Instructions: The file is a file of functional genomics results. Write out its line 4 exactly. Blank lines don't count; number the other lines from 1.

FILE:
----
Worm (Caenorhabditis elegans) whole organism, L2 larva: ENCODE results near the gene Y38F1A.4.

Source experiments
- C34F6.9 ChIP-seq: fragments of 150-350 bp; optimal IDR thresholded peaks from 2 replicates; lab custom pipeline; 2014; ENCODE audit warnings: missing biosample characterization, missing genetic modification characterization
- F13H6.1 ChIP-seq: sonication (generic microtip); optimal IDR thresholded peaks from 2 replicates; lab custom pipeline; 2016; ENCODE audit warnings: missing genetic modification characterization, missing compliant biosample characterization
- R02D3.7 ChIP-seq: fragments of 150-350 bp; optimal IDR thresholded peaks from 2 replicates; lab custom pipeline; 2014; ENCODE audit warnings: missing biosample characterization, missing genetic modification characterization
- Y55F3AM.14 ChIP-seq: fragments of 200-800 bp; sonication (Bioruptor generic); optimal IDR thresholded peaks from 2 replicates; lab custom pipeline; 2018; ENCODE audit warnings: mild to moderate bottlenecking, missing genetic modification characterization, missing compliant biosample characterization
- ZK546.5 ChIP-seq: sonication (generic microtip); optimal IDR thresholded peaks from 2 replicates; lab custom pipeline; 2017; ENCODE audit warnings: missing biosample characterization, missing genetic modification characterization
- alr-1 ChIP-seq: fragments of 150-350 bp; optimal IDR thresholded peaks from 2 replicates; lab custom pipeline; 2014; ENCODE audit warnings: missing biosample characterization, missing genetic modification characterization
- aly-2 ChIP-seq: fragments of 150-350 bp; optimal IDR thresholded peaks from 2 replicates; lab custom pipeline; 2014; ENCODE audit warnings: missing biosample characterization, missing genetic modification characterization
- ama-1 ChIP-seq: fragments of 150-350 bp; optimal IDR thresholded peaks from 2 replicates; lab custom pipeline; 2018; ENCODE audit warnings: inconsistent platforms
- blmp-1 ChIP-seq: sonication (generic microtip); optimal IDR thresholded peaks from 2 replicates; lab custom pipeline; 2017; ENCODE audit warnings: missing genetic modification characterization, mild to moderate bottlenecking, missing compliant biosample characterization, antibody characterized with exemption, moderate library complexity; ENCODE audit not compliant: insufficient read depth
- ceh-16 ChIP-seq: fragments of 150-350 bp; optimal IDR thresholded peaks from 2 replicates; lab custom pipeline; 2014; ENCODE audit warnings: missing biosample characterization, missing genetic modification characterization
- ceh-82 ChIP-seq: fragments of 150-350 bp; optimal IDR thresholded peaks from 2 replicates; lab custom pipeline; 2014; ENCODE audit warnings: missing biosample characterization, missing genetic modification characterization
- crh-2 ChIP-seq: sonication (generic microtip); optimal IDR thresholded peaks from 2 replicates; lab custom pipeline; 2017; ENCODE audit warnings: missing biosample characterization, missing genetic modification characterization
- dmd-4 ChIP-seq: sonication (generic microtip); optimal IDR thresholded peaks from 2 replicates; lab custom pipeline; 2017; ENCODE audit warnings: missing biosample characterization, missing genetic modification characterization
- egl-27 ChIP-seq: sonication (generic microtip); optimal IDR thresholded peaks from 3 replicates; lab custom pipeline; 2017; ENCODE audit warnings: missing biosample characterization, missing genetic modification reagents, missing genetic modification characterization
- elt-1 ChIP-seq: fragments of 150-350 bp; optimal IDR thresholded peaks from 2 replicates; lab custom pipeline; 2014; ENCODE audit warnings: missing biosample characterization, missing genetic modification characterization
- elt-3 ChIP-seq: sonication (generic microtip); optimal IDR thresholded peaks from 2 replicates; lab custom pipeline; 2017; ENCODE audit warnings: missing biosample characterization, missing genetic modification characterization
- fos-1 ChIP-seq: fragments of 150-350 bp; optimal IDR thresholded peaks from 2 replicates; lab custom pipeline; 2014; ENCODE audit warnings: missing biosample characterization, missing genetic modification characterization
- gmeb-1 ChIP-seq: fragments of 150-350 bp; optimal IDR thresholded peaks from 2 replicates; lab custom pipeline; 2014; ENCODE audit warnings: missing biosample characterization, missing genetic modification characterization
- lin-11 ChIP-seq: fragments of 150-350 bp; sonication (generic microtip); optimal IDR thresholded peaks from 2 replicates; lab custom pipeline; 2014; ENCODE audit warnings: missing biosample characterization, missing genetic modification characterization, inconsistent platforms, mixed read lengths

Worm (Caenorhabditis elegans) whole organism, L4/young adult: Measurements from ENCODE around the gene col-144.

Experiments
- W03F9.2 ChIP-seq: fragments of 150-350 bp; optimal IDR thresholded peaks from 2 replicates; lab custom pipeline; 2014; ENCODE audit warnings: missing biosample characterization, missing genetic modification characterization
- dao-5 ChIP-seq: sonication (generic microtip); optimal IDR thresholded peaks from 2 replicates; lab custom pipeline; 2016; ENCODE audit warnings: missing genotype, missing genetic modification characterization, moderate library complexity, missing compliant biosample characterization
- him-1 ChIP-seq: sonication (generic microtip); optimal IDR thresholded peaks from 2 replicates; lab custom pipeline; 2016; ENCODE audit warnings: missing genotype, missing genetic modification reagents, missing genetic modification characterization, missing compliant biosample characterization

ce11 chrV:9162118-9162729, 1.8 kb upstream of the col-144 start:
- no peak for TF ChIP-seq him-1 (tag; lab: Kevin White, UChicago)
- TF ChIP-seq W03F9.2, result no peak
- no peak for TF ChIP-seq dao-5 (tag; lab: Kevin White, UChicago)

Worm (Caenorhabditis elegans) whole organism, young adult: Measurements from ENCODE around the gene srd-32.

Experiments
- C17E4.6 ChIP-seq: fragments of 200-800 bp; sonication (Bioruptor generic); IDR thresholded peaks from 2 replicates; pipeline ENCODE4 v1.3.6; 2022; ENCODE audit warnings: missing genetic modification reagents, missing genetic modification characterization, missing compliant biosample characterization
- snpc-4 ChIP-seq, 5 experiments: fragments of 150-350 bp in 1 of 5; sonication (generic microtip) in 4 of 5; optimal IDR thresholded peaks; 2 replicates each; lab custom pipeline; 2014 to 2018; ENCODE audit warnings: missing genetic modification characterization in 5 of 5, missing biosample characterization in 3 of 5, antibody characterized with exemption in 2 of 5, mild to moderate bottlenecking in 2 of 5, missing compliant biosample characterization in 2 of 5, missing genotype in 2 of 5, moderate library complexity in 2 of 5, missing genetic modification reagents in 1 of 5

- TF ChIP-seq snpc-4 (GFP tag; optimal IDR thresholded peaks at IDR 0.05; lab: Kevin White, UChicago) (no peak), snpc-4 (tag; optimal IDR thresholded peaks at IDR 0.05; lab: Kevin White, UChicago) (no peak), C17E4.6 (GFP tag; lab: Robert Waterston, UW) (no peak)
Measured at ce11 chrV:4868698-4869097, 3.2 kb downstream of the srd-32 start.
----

- F13H6.1 ChIP-seq: sonication (generic microtip); optimal IDR thresholded peaks from 2 replicates; lab custom pipeline; 2016; ENCODE audit warnings: missing genetic modification characterization, missing compliant biosample characterization